OpenCMISS-Iron Internal API Documentation
openCMISS & CellML
Keep up-to-date..


The goal of this page is to track the development status of the integration of CellML into openCMISS. It is envisioned that this page will form the basis of user and programmer documentation for the use of CellML models in openCMISS.

It also serves as Andre's test on the use of doxygen for documenting openCMISS developments.


A brief outline of the objectives to be achieved through the use of CellML in openCMISS.

User defined math at run time

As with old cm, the driving force for the use of CellML in openCMISS is providing the ability for users to use their own cellular models in multiscale physiome style models and computational simulations. This is seen as a specialisation of the more general definition of a user defined field backed by one or more CellML models. Fields defined thus can be applied to many different problems, although we will have to wait and see how general we can make this.

Multiple models and parameterizations

Any field defined by CellML models needs to be able to handle different CellML models defined over the DOF's of the field. Additionally, each model can have many different parameterizations throughout the domain of interest.

Similarity with specialised tools

openCMISS is a general simulation tool for physiome models. As such, there are many tools more suited to the development and validation of the various mathematical models used in a physiome model. CellML is seen as the way models developed in such tools can be utilised in openCMISS.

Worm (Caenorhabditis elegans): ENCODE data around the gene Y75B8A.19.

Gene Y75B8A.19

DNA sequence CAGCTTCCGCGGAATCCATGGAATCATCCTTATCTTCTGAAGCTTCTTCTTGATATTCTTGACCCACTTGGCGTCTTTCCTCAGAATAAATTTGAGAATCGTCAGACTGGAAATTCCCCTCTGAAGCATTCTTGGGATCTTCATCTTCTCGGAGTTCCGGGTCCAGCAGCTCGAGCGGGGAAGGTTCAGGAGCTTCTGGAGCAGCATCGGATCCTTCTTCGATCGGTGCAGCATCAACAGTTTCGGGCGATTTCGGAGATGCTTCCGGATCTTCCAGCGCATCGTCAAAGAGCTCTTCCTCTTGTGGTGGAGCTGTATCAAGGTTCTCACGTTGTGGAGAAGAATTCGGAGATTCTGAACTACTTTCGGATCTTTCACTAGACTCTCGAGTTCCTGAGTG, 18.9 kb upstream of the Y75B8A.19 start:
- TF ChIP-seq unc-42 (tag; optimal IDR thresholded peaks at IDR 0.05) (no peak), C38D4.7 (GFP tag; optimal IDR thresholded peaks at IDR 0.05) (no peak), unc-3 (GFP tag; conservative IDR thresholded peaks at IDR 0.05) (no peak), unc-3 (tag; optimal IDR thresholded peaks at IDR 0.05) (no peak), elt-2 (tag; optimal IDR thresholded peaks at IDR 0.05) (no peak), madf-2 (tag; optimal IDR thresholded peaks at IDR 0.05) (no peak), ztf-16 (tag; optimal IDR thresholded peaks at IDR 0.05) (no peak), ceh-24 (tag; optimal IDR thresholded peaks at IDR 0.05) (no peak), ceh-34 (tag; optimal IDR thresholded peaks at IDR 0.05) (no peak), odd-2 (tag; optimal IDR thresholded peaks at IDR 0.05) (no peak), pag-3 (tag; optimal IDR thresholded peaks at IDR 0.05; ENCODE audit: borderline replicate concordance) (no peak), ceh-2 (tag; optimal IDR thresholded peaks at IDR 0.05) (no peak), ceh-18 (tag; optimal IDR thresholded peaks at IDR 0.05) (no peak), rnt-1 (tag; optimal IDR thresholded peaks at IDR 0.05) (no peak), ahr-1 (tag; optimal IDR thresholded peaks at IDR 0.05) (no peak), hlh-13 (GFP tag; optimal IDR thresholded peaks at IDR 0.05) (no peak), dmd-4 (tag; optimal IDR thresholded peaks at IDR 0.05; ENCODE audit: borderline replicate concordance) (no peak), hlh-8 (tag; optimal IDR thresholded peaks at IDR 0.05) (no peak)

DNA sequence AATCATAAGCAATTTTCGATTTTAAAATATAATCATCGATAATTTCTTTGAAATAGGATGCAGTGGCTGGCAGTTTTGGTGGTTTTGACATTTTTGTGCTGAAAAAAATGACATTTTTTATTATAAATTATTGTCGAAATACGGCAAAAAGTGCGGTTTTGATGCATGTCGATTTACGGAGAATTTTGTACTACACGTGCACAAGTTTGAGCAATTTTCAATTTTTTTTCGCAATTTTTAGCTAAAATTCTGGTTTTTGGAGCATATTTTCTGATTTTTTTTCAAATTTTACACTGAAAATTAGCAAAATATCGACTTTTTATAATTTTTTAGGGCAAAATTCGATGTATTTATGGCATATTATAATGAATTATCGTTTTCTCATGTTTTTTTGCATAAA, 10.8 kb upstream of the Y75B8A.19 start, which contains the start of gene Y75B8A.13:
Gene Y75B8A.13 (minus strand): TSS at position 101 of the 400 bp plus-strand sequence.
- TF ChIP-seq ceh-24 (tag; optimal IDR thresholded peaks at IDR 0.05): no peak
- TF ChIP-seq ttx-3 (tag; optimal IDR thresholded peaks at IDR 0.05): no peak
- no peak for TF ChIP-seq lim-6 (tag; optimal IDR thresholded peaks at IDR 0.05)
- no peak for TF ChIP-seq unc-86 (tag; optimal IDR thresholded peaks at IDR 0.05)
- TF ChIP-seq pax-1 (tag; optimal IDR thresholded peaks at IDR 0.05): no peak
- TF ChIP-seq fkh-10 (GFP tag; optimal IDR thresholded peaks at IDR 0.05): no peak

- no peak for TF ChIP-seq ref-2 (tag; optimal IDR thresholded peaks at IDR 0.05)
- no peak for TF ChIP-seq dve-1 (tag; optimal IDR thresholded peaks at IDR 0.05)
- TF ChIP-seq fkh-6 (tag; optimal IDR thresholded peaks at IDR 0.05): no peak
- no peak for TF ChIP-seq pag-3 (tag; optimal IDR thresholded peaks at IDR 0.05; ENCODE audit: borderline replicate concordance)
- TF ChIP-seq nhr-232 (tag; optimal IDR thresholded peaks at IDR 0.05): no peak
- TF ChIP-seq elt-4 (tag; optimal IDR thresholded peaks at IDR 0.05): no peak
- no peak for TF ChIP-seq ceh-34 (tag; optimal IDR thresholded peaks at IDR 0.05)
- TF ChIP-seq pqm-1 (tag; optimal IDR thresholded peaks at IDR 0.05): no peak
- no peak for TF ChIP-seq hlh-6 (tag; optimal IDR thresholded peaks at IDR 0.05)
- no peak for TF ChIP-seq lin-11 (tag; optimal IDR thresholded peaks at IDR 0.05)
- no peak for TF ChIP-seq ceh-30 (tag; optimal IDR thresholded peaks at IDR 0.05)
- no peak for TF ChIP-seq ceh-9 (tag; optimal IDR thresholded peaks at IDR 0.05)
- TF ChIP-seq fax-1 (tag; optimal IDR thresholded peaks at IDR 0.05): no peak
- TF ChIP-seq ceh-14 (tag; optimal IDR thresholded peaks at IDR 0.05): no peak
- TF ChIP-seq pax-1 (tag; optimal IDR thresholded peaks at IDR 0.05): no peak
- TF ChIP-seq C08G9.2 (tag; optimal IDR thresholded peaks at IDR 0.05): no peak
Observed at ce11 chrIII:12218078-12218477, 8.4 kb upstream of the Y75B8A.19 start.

When using CellML this way, users want to be assured that the CellML models will behave similarly as they do in the original tools. The use of CellML simulation metadata in the definition of the computable objects created for each CellML model is seen as the way to achieve this objective.

Current Status


Initial work has been completed, under the basicSimulationApplication branch of the openCMISS cellml subversion project (, investigating the use of the CellML C++ API implementation with a Fortran 95/2003 application environment. This evaluation was quite successful and provided a few key outcomes:

  • the Fortran 2003 standards for mixed language programming are superior enough that we decided to begin allowing Fortran 2003 code in openCMISS;
  • more that I can't remember at the moment...

openCMISS(cellml) API

The basicSimulationApplication described above (Background) primarily tested out the use of the C++ implementation of the CellML API from Fortran code. This forms the basis of the openCMISS(cellml) API, which will provide the interface used by the openCMISS(cm) CellML API implementation to interact with CellML models and metadata via the C++ CellML API implementation. As the openCMISS(cm) CellML API is implemented, the openCMISS(cellml) API will be defined and implemented.